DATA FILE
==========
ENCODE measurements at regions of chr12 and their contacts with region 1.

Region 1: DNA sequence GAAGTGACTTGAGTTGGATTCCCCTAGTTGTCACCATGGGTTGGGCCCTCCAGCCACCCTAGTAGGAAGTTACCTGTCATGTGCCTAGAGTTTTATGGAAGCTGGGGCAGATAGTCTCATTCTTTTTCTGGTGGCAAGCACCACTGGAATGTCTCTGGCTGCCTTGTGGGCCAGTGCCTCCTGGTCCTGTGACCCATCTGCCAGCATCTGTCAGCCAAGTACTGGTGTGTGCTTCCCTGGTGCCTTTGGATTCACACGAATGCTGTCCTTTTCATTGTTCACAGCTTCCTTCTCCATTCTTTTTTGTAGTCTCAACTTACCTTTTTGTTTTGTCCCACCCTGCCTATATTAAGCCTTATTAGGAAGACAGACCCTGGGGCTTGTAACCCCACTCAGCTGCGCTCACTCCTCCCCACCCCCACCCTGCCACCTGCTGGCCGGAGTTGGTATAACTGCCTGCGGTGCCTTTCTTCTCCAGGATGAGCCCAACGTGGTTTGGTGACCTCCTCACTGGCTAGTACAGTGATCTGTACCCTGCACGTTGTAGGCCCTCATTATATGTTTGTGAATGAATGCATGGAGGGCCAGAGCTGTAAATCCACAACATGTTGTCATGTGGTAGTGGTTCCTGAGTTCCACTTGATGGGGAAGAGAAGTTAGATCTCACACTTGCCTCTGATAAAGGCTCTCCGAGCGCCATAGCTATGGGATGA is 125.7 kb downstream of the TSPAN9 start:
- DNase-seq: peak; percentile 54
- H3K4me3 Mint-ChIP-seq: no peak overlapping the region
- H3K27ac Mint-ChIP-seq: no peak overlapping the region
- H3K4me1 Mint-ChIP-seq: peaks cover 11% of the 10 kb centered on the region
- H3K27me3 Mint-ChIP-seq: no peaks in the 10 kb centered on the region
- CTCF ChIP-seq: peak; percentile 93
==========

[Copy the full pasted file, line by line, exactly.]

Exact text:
ENCODE measurements at regions of chr12 and their contacts with region 1.

Region 1: DNA sequence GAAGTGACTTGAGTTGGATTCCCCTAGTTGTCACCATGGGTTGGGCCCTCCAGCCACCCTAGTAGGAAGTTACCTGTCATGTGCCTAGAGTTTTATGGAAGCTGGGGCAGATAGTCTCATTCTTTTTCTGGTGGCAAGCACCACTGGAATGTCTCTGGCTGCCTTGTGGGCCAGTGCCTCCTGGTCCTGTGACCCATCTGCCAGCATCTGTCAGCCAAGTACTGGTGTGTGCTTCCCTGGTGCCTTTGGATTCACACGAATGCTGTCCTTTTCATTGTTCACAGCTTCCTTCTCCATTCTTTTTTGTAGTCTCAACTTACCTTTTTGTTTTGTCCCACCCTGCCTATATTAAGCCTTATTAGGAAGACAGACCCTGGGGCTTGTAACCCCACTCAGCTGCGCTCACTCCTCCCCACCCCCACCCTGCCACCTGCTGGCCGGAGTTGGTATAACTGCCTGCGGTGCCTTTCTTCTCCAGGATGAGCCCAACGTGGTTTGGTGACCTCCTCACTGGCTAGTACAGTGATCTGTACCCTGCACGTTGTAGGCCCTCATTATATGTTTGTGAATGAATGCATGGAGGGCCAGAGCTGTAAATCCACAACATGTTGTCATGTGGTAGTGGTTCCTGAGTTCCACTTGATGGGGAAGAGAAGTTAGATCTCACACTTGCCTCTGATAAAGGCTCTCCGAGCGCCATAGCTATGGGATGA is 125.7 kb downstream of the TSPAN9 start:
- DNase-seq: peak; percentile 54
- H3K4me3 Mint-ChIP-seq: no peak overlapping the region
- H3K27ac Mint-ChIP-seq: no peak overlapping the region
- H3K4me1 Mint-ChIP-seq: peaks cover 11% of the 10 kb centered on the region
- H3K27me3 Mint-ChIP-seq: no peaks in the 10 kb centered on the region
- CTCF ChIP-seq: peak; percentile 93